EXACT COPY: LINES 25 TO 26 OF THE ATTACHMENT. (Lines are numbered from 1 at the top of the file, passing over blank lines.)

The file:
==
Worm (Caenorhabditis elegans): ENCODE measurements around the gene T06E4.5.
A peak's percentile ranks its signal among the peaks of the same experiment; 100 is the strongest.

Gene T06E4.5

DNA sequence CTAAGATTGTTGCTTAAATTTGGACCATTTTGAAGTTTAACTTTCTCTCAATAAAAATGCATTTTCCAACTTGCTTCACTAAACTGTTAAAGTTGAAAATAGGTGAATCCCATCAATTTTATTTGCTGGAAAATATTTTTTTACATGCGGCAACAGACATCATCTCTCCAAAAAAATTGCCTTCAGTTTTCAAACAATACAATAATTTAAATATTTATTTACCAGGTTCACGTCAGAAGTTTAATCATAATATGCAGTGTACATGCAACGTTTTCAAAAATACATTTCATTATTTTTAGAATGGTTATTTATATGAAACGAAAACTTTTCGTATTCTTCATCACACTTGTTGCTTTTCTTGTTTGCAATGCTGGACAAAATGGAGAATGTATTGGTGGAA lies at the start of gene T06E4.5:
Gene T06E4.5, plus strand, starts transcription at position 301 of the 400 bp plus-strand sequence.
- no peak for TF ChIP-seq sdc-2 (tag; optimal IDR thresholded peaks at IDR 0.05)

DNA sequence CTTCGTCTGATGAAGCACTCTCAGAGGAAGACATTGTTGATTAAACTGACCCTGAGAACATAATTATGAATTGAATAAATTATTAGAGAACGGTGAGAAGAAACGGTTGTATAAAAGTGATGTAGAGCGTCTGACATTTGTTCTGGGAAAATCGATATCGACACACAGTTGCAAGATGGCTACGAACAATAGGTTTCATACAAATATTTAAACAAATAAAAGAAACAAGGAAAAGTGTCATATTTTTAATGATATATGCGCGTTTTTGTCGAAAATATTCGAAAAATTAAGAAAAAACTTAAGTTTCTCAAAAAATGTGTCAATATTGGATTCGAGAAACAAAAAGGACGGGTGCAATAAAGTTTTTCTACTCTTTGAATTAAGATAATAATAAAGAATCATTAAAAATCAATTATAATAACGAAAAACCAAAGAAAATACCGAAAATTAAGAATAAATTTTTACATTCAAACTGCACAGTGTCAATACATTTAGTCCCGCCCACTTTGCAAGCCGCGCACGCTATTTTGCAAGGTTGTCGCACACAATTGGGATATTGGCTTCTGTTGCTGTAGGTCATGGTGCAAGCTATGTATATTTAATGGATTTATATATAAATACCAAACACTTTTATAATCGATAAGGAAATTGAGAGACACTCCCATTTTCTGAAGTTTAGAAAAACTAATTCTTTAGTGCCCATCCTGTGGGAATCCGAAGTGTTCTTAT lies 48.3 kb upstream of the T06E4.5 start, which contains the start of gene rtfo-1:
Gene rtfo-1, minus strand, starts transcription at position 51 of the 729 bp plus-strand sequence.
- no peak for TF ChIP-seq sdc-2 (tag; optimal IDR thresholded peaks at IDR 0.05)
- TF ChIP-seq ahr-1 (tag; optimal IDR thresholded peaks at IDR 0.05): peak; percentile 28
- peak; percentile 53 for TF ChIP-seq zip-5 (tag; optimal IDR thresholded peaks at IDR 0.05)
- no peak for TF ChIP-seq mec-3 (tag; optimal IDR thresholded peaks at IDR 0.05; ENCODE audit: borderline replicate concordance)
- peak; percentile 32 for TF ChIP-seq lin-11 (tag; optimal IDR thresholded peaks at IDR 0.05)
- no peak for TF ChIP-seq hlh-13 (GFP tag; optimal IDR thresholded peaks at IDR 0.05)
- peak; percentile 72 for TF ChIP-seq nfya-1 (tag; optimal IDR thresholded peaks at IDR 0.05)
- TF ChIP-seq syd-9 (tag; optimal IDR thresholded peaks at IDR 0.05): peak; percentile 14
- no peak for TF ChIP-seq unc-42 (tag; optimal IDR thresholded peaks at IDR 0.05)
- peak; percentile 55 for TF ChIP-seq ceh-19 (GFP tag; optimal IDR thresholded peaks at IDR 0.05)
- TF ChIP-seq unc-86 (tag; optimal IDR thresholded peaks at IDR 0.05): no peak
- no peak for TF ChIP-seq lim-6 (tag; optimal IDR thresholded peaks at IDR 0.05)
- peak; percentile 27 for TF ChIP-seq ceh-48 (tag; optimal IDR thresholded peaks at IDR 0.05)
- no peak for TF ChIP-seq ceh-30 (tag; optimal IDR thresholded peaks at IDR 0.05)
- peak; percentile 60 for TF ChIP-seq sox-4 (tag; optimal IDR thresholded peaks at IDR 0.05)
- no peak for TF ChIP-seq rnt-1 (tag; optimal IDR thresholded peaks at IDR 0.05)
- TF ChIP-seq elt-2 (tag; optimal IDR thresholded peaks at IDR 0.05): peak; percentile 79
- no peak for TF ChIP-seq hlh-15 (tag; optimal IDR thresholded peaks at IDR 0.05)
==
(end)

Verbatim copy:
- TF ChIP-seq elt-2 (tag; optimal IDR thresholded peaks at IDR 0.05): peak; percentile 79
- no peak for TF ChIP-seq hlh-15 (tag; optimal IDR thresholded peaks at IDR 0.05)